Free college? Who needs the feds? Markets will provide

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In their drive to produce trillions of dollars in new “infrastructure” and “stimulus” for taxpayers, progressive politicians have focused on “free university.” Joe Biden has promised two free years of community college, while Bernie Sanders and others want to offer four years of free schooling. Congress is grappling with this and other eligibility questions in the days and weeks to come.

Yet behind the scenes and quietly, many large American companies are poised to offer essentially free college opportunities to millions of Americans: their employees. Wal-Mart, which has implemented an extremely low-cost program for employees of a few majors at a small number of colleges, is increasing the number of majors and schools and cutting a dollar a day for the employee-student.

Not to be outdone, Amazon enthusiastically jumps on the bandwagon of “free college for employees”. Some 750,000 workers who have been employed for at least 90 days can participate in studies such as computer engineering or data center technology. Many other iconic American companies have joined the movement, such as Target, Chipotle, McDonalds, Starbucks, and more.

Do American businesses suddenly become altruistic, wanting to do something special to advance the public good? Not really. They are responding to incredibly tight labor markets. There is a record number of vacant jobs open, far more than the number of unemployed. Big companies like Wal-Mart and Amazon are desperate for reliable workers. They dramatically increased wages and increased benefits. Since many of the potential new workers are young people without a college degree, the offer of “free college” is tempting. Markets work as they almost always do, reallocating resources where society says they are needed. The invisible hand of the market accomplishes much of what DC politicians haggle over, possibly faster and more efficiently.

To be sure, working at Wal-Mart or Amazon won’t give you a free college education in a posh private school, studying something academically trendy but almost professionally unnecessary, like gender studies. There are three things in common with many of these company-sponsored programs: They are usually online (distance learning), often limited to certain specialties that the company wants employees to have, and they are limited to a modest number of respectable programs but not superlative schools.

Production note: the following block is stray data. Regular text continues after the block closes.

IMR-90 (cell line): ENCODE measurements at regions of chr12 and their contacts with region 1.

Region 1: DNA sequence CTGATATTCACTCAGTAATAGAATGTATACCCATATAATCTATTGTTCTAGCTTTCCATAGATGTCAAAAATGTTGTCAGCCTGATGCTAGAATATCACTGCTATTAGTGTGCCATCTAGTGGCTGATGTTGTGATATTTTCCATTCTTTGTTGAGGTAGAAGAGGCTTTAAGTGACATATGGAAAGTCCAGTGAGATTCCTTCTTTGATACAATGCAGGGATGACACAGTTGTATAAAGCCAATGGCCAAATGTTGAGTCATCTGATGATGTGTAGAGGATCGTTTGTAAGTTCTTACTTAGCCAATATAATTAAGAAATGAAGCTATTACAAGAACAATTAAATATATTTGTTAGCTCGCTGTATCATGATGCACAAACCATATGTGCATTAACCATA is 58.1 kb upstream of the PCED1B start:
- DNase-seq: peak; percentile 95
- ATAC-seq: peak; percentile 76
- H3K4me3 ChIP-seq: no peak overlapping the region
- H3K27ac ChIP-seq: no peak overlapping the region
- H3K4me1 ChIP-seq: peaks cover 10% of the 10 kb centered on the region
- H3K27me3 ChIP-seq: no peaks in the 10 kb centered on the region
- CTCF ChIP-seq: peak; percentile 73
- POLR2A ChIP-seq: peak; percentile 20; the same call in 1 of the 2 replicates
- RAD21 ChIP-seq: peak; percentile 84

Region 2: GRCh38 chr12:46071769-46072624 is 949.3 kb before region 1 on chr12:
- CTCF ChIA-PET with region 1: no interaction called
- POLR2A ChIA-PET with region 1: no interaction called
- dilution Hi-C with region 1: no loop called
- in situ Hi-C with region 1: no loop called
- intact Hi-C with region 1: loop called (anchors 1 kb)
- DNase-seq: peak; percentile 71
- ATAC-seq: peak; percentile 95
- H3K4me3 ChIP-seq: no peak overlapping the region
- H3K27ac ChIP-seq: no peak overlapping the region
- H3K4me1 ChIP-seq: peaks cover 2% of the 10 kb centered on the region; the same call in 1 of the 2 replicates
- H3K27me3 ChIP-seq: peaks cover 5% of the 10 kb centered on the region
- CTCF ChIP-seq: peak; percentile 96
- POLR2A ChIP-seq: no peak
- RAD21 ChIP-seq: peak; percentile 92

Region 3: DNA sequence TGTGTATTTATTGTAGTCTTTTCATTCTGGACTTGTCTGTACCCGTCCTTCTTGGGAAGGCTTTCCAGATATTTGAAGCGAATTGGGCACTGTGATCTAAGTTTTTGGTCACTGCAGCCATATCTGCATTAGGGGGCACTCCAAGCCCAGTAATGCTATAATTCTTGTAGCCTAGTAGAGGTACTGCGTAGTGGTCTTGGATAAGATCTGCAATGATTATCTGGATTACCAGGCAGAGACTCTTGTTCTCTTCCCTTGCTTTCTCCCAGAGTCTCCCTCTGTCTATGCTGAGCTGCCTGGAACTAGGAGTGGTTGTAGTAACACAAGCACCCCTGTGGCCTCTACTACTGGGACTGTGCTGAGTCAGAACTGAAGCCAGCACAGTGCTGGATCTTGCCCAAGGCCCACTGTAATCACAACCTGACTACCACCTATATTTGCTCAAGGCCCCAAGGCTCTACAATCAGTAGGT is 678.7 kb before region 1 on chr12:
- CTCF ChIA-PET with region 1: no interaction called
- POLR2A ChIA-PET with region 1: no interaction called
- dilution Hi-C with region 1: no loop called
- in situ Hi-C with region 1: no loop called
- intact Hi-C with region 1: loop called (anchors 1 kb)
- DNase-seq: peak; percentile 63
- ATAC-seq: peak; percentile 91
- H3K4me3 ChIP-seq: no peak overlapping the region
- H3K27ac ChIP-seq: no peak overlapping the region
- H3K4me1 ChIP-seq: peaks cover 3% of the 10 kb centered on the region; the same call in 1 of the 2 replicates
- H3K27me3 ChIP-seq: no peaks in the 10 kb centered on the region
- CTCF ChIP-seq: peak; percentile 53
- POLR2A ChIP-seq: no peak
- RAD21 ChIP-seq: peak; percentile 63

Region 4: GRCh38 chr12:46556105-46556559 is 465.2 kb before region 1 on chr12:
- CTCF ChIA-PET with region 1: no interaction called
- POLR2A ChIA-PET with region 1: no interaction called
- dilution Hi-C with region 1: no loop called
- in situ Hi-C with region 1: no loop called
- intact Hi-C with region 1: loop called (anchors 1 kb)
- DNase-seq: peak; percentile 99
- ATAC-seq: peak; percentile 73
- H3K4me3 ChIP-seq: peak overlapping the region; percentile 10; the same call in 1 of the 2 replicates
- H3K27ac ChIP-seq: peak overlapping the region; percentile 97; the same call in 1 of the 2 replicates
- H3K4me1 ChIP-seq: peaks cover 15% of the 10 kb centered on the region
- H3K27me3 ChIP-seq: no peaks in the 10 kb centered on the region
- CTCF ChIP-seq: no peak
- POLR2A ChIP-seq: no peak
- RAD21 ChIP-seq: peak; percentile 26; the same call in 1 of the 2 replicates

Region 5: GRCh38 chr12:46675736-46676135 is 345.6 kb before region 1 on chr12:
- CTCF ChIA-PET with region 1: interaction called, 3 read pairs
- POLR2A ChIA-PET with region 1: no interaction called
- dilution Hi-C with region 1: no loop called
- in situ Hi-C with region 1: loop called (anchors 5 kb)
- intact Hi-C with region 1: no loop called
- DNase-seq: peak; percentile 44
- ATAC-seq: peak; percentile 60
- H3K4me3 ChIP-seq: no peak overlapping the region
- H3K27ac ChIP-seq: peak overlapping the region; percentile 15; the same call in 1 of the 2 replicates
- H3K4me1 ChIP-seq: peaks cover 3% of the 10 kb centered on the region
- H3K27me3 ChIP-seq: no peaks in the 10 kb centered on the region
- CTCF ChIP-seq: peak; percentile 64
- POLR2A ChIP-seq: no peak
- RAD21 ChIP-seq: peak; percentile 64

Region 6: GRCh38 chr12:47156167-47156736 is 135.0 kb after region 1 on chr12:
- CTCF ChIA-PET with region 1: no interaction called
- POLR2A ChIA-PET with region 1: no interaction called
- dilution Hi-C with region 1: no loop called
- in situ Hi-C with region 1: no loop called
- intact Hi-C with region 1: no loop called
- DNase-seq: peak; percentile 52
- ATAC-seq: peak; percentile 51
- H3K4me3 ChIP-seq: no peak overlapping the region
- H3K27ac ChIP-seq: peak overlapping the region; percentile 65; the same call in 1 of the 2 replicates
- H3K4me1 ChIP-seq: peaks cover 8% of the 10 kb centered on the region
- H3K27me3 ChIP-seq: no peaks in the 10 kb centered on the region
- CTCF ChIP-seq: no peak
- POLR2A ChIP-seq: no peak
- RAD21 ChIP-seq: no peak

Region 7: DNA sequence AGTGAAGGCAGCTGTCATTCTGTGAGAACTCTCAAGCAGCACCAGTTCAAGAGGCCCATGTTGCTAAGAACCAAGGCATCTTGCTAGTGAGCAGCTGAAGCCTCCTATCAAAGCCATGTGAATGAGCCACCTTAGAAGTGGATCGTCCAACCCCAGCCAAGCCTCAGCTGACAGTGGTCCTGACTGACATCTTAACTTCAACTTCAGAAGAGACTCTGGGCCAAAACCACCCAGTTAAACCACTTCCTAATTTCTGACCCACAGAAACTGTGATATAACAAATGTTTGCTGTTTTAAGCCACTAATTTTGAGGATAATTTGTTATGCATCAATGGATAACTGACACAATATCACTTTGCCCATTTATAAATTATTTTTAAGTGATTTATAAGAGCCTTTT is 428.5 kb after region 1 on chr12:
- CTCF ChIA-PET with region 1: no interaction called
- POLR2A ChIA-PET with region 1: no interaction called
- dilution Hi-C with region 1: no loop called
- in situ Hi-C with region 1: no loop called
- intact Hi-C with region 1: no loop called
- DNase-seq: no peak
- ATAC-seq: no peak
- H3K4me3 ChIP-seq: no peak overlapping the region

There is something paradoxical about all of this. The same tight labor market is pushing companies to reduce educational requirements in order to broaden the pool of candidates. Some large high-tech companies no longer formally require degrees. A computer scientist who dropped out of school but is a programming whiz can now get a good, well-paying job at some top companies. Yet at the same time, other companies (and maybe even the same company) are saying ‘we’ll pay you to get a college degree’. Or, maybe soon, “we’ll pay your tuition at a non-degree coding academy if you agree to work for us for two years after you get your coding certificate.”

The real story here: “Credentials always matter.” Companies are desperate for workers, so they are forced to pay less attention to degrees, and for unskilled workers from companies like Amazon, they will hold up a potential degree (college degree) in front of them in order to encourage them to continue working. work. At the same time, however, more and more Americans are being disappointed with college – a decade of declining enrollment, exacerbated by the pandemic, shows Americans are questioning the value proposition of a college degree.

Meanwhile, in Washington, DC, Democrats may soon realize that they might be able to get a $ 1.5 trillion program through Congress, but not more than double it. What to cut out to arrive at the lower number? I suppose some new rights (childcare allowances, family leave, etc.) are reduced, but also generous “free university” provisions. The provision by companies of benefits to tuition fees could justify traditional Democrats giving way to free tuition or, for the more progressive, demand that companies be required to provide benefits to employees at full-time. But right now the markets are trying hard to provide that advantage anyway.

My latest book is Restoring the Promise: Higher Education in America.

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